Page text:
Rahapa Te Hauata, Ngāti Apakura, pictured here holding a patu paroa whalebone club and wearing Victorian style dress. This photograph is from an original Tin-type and would have been taken in Rangiaowhia prior to 1864 when the area was prosperous. We’re not sure of the occasion, however, this photo and its subject holds significance to this district and Ngāti Apakura whānau whanui. Rahapa resided in Rangiaowhia, a thriving peaceful village a few kilometres east of Te Awamutu. The land was rich for agriculture with a very productive Māori mission. In the 1850’s it boasted one of the most industrious Māori -owned flour milling areas in the country.

In 1847, at the age of twenty-two, Rahapa married Irish-born farmer Thomas Power. Thomas was sent to Australia from his native Ireland in 1833 for sheep stealing. It is known he came to New Zealand around 1840, landing in Auckland, and made his way down country into the Waikato region. What is significant about this union is that it formed one of the first Māori-European families in the Waipā district.

Known for his agricultural skills, Governor Grey requested the couple work together to introduce local Māori to European farming practices. During the British invasion of the Waikato in 1864 Rangiaowhia was besieged. Rahapa and Thomas’ house was not attacked but afterwards, while Power was in Auckland with three of their five children, it was looted by soldiers.

He later charged Major Jackson of the Forest Rangers with trespass but lost the case as it was deemed that Rahapa’s land and house was part of Crown confiscations. Rahapa‘s account of events that took place at Rangiaowhia on and after 20th February 1864 deepens our perspective to the atrocities that happened.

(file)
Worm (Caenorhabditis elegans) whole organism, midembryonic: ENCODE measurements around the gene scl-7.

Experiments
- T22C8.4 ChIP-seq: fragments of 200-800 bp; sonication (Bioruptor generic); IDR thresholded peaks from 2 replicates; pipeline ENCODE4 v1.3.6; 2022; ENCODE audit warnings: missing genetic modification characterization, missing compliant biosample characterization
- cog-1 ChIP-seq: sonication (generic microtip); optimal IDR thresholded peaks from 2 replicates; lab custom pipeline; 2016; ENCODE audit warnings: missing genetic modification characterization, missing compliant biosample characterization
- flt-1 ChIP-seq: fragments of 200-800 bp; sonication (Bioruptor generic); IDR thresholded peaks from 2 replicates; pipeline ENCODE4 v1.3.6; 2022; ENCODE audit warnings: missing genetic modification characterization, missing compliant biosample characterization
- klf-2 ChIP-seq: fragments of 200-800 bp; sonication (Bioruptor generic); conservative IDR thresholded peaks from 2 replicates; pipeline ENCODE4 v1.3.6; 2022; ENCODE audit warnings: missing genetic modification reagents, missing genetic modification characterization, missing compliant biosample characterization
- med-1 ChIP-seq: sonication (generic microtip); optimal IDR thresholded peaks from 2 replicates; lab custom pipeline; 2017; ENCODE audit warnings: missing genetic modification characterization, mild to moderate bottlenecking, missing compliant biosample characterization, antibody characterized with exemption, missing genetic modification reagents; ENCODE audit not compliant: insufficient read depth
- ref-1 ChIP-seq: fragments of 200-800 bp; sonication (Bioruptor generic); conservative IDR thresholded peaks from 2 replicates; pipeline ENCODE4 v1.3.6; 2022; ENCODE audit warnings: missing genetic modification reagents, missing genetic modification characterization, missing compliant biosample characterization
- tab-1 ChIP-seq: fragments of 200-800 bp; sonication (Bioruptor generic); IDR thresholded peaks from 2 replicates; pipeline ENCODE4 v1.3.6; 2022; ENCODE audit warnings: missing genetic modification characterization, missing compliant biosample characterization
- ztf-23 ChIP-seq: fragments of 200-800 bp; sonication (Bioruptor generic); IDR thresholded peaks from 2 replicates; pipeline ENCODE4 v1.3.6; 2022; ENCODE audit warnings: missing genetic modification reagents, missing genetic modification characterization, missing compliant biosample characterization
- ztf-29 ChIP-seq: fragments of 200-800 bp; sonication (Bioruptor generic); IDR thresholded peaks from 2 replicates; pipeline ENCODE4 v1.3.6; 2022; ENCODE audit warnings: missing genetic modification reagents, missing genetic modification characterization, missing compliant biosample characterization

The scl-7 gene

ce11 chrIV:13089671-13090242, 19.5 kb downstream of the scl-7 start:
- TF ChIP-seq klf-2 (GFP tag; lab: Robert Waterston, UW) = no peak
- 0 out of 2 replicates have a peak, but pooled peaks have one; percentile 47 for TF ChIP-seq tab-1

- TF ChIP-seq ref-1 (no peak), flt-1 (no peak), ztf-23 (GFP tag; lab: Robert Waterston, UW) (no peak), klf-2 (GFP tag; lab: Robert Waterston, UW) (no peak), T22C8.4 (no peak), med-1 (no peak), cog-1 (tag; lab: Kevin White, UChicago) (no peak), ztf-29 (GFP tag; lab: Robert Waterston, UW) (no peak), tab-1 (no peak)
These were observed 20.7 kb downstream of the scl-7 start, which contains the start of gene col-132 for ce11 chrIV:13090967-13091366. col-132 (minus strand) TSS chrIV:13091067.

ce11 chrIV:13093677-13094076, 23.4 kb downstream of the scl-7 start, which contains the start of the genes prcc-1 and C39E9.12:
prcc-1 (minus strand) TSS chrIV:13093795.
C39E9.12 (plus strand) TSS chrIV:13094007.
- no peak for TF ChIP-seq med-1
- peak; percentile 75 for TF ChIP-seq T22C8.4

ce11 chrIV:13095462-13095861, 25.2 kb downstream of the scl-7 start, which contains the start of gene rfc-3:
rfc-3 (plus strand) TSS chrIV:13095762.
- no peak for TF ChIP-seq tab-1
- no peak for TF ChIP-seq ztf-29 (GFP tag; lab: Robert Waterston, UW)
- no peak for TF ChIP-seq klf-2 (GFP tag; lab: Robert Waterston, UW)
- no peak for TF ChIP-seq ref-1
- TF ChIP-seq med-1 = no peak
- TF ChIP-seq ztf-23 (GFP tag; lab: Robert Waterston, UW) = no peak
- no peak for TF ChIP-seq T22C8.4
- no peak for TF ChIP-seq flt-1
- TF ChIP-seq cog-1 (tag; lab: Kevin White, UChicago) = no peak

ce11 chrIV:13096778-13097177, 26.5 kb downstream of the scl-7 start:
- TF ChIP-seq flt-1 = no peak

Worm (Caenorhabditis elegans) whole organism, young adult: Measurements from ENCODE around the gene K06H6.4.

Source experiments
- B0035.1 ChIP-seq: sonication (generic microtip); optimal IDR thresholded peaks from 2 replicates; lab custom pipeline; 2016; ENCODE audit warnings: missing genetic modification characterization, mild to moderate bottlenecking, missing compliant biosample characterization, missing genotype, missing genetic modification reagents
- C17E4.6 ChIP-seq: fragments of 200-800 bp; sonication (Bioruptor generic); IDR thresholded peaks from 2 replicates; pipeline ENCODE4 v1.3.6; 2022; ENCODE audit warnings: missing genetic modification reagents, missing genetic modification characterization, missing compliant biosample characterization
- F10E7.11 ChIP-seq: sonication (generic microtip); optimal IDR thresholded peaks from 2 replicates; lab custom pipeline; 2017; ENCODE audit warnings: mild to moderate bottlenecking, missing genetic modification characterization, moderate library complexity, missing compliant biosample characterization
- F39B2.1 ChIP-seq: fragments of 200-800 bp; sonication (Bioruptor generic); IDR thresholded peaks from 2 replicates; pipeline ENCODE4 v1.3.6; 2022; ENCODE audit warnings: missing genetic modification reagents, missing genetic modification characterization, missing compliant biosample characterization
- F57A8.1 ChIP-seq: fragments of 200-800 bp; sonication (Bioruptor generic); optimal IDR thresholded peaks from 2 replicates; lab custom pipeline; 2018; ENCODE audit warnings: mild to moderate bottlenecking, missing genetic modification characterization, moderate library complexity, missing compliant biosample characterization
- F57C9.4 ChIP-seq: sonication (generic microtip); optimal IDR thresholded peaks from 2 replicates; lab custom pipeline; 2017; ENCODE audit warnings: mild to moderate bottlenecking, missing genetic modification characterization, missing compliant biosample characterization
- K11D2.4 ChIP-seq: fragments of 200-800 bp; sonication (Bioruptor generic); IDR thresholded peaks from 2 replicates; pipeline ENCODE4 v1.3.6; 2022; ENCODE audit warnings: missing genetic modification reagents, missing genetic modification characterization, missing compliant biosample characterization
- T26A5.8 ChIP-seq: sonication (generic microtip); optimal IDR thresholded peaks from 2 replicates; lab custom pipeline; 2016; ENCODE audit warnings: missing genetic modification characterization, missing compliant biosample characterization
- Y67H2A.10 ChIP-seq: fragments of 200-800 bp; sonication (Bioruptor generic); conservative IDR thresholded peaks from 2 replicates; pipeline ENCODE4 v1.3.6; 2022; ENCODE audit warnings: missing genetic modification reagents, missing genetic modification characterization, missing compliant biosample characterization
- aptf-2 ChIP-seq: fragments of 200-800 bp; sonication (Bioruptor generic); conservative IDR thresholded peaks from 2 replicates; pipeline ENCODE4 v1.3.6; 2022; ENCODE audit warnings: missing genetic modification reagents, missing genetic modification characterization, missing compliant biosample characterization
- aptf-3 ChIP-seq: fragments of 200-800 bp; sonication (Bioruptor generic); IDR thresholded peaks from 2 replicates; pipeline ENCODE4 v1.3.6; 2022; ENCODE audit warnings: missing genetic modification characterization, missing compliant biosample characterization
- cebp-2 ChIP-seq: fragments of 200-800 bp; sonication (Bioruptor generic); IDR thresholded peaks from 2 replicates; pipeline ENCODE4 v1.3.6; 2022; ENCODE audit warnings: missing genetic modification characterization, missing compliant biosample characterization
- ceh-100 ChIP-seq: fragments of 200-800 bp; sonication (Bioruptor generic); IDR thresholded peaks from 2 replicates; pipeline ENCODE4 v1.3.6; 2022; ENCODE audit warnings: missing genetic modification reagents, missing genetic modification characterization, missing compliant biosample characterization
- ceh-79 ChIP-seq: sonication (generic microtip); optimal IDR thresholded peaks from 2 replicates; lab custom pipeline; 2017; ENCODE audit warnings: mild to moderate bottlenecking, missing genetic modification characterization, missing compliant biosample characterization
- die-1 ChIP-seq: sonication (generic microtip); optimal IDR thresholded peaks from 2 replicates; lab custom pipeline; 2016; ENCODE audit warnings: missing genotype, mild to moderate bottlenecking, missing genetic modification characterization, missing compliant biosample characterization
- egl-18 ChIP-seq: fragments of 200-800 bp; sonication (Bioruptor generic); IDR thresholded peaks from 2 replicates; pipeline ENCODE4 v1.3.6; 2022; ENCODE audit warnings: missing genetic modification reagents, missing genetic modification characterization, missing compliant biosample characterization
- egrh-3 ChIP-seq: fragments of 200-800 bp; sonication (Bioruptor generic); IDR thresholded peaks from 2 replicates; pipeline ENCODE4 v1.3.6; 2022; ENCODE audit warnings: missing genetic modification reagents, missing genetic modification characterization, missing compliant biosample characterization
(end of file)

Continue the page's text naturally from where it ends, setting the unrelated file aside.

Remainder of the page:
Descendants of Rahapa and Thomas are still alive, some of which reside in the Waipā district today.

This is a translation of a letter, written in the Māori language, to His Excellency Sir George Grey by Father L. Vinay, Roman Catholic Priest at Rangiaowhia. As part of the British Crown invasion of the Waikato in 1864, Forest Ranges had sacked Rangiaowhia in February 1864. The letter is a heartfelt plea for help, describing in great depth the actions of soldiers upon Rahapa, her family, their house, stores and belongings during the taking of Rangiaowhia. In one part, Rahapa shares her dismay to a visiting Bishop, asking why soldiers would take her children’s books and clothes. Victims of Rangiaowhia fled to the Powers’ farm, and Rahapa describes the lack of support coming through for any of them. In fact at the end of this letter, it seems a year had now passed with still no help or communication about parcels of land in Rangiaowhia including the Power’s land, store and stock which had been part of the Forest Rangers soldiers compensation for their part in the invasion.


April 20th 1865

To the Governor,

Friend the Governor, salutation to you this is my word to you that you may hear me.

On the 16th July 1863, my husband Thomas Power left here for town with three of our children, leaving me and two, the youngest, behind; we were living comfortably at our home when on the 21st February 1864, a Sunday, the soldiers arrived at Rangiaowhia in the morning. Being in bed with my children, I was awakened by the noise of the guns. I got up, when out and put up a white flag on the top of our wooden house, only a few of the soldiers came to our house this day, but on the following morning, Monday a good many came. They commenced killing our fowls and pigs. I saw a black man amongst them with a stick in his hand killing the fowls, they took away with them a good many of our pigs and fowls on this day. On Tuesday morning a large number of them came, part of them commenced killing our pigs and fowls, the remainder broke open the house and store, and took away a great quantity of goods After breakfast others came and took away more goods, after we had repaired the boards of the house and store, broken by the soldiers, we went into the kitchen, not long after, a large number came they again broke open the house and store, which we had just repaired, went in, broke open the boxes, took our goods and even books including the book of our land and account books. I was then so frightened, almost fainting, my children crying and I not knowing what would happen to us, the soldiers cursing at me and my children and threatening that if I complained against them to the Officers, they, the soldiers, would come at night and kill us. I said if they left in peace and would not return, I would not speak against them to the Officers.